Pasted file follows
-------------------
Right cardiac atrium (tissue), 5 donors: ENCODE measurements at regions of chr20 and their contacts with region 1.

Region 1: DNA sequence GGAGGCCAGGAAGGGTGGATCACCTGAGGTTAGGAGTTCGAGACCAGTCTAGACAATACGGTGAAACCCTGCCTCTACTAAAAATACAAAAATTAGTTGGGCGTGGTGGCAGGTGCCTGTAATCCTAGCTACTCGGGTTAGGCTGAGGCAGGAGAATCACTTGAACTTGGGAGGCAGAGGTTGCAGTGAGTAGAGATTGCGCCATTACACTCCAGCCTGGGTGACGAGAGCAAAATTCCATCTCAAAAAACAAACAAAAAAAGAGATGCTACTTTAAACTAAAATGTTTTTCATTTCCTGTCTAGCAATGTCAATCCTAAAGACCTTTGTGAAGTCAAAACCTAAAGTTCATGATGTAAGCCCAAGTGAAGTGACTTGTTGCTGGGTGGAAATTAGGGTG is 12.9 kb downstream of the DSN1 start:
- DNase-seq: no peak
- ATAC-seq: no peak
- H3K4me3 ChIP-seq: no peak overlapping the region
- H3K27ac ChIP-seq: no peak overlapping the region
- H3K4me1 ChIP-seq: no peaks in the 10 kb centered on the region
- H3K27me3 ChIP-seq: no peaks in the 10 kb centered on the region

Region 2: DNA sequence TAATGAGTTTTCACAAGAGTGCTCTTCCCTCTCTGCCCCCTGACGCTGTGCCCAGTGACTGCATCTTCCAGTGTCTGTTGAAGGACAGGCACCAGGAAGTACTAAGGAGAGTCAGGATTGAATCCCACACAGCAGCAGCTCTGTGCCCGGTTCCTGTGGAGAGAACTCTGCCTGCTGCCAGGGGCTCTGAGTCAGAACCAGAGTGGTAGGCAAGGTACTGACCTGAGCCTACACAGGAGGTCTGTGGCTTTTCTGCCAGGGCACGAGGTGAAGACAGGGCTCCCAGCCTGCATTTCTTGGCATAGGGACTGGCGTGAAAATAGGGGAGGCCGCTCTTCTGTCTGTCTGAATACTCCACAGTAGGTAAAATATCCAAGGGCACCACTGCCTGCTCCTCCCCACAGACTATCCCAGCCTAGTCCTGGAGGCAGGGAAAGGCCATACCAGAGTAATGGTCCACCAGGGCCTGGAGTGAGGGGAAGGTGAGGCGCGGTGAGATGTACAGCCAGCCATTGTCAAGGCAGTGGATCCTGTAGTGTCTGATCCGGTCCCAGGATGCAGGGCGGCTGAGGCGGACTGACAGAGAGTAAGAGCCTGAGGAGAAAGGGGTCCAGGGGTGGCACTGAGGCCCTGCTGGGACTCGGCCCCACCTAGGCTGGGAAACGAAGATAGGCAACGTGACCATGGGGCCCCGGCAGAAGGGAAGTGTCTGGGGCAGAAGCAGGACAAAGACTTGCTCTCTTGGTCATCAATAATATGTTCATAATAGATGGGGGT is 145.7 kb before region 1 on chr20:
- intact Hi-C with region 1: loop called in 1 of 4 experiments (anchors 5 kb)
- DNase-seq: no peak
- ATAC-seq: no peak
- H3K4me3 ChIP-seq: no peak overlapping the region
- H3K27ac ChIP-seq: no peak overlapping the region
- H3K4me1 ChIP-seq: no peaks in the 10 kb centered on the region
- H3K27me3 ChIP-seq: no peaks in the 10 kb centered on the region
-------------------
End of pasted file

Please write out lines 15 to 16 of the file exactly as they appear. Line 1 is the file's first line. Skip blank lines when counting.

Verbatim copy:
- H3K4me1 ChIP-seq: no peaks in the 10 kb centered on the region
- H3K27me3 ChIP-seq: no peaks in the 10 kb centered on the region